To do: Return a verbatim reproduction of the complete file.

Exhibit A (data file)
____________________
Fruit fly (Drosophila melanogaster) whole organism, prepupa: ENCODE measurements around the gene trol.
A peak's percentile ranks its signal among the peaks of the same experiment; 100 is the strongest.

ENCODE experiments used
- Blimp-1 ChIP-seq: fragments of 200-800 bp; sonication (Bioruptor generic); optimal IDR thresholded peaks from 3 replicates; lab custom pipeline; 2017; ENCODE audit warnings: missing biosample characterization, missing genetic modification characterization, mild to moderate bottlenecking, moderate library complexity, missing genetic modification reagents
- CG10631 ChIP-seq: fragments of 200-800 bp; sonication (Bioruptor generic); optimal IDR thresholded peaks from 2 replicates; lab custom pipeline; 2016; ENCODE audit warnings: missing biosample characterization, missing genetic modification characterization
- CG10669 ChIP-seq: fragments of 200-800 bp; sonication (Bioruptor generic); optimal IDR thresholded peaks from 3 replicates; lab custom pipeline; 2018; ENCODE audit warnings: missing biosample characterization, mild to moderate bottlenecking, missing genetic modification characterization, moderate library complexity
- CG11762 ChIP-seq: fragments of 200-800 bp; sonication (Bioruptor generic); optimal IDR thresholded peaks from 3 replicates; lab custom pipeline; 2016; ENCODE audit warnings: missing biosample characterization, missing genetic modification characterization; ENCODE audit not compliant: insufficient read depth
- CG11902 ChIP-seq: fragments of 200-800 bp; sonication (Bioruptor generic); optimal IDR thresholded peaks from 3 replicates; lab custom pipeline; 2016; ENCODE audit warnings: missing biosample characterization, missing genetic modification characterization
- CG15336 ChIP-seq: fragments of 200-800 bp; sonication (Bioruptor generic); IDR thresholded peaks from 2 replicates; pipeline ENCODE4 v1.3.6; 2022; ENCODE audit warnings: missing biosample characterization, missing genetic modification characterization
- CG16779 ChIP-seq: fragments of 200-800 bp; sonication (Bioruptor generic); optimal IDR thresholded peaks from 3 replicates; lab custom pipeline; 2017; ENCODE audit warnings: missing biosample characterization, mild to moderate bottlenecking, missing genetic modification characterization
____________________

Fruit fly (Drosophila melanogaster) whole organism, prepupa: ENCODE measurements around the gene trol.
A peak's percentile ranks its signal among the peaks of the same experiment; 100 is the strongest.

ENCODE experiments used
- Blimp-1 ChIP-seq: fragments of 200-800 bp; sonication (Bioruptor generic); optimal IDR thresholded peaks from 3 replicates; lab custom pipeline; 2017; ENCODE audit warnings: missing biosample characterization, missing genetic modification characterization, mild to moderate bottlenecking, moderate library complexity, missing genetic modification reagents
- CG10631 ChIP-seq: fragments of 200-800 bp; sonication (Bioruptor generic); optimal IDR thresholded peaks from 2 replicates; lab custom pipeline; 2016; ENCODE audit warnings: missing biosample characterization, missing genetic modification characterization
- CG10669 ChIP-seq: fragments of 200-800 bp; sonication (Bioruptor generic); optimal IDR thresholded peaks from 3 replicates; lab custom pipeline; 2018; ENCODE audit warnings: missing biosample characterization, mild to moderate bottlenecking, missing genetic modification characterization, moderate library complexity
- CG11762 ChIP-seq: fragments of 200-800 bp; sonication (Bioruptor generic); optimal IDR thresholded peaks from 3 replicates; lab custom pipeline; 2016; ENCODE audit warnings: missing biosample characterization, missing genetic modification characterization; ENCODE audit not compliant: insufficient read depth
- CG11902 ChIP-seq: fragments of 200-800 bp; sonication (Bioruptor generic); optimal IDR thresholded peaks from 3 replicates; lab custom pipeline; 2016; ENCODE audit warnings: missing biosample characterization, missing genetic modification characterization
- CG15336 ChIP-seq: fragments of 200-800 bp; sonication (Bioruptor generic); IDR thresholded peaks from 2 replicates; pipeline ENCODE4 v1.3.6; 2022; ENCODE audit warnings: missing biosample characterization, missing genetic modification characterization
- CG16779 ChIP-seq: fragments of 200-800 bp; sonication (Bioruptor generic); optimal IDR thresholded peaks from 3 replicates; lab custom pipeline; 2017; ENCODE audit warnings: missing biosample characterization, mild to moderate bottlenecking, missing genetic modification characterization